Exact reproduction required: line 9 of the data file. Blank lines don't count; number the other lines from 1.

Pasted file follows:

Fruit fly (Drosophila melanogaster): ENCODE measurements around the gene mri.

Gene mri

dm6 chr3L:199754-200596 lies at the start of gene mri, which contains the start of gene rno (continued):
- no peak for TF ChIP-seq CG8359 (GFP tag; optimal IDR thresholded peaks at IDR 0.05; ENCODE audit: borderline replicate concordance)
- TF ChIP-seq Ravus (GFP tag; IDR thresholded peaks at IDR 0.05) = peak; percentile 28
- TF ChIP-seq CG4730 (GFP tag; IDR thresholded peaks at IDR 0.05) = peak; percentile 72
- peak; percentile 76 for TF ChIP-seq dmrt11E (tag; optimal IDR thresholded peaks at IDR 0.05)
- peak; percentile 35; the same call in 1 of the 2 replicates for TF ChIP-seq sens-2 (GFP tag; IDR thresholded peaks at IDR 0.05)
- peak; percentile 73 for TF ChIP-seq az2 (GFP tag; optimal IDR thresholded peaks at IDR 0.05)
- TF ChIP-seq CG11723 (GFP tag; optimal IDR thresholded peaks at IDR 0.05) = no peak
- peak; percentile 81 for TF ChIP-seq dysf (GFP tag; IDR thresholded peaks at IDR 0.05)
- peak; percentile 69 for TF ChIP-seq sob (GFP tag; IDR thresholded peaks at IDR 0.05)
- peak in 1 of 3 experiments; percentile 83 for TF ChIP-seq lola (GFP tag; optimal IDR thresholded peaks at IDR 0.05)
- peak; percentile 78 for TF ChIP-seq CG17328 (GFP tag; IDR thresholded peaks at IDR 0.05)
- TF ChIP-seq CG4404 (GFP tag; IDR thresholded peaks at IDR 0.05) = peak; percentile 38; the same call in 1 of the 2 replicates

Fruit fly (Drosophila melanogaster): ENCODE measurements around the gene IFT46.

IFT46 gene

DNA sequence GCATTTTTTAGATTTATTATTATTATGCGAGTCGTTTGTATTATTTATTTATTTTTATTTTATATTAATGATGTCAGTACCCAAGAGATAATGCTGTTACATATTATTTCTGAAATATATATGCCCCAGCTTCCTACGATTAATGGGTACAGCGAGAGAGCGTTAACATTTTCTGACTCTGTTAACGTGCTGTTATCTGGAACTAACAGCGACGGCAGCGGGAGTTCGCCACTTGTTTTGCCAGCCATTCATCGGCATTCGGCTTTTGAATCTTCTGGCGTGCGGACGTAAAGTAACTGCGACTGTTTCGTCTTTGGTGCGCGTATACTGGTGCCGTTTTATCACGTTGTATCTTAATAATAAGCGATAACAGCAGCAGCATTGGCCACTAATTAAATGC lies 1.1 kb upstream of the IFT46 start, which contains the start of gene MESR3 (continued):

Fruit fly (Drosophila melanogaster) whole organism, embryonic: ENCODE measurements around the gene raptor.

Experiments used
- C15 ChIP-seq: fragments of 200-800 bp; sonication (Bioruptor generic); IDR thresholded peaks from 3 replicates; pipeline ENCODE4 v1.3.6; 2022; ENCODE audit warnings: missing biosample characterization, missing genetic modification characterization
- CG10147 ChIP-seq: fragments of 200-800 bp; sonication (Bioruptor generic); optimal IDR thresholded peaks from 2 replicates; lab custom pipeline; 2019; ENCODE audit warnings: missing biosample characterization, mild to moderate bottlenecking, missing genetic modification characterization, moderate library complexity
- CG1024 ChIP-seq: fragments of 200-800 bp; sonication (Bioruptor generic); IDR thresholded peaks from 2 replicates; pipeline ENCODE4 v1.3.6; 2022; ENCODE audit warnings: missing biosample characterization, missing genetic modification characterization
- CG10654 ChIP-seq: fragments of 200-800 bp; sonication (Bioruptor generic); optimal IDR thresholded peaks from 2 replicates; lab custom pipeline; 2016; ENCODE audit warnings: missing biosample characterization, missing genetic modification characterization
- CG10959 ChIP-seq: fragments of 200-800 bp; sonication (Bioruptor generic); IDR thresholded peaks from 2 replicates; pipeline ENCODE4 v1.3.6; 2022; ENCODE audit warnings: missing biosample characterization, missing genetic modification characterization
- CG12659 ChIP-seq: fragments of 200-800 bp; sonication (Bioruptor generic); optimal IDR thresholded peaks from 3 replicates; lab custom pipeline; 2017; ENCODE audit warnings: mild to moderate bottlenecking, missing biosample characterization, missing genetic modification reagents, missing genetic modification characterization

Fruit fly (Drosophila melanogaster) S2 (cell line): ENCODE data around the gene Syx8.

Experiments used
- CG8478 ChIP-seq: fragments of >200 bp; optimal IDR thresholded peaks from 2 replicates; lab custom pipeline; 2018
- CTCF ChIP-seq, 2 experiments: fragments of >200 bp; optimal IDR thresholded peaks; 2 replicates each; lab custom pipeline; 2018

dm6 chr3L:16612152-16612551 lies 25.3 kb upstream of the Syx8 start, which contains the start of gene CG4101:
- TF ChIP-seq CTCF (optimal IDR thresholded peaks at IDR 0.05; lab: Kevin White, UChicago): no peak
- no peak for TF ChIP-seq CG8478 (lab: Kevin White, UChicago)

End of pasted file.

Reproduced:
- peak; percentile 73 for TF ChIP-seq az2 (GFP tag; optimal IDR thresholded peaks at IDR 0.05)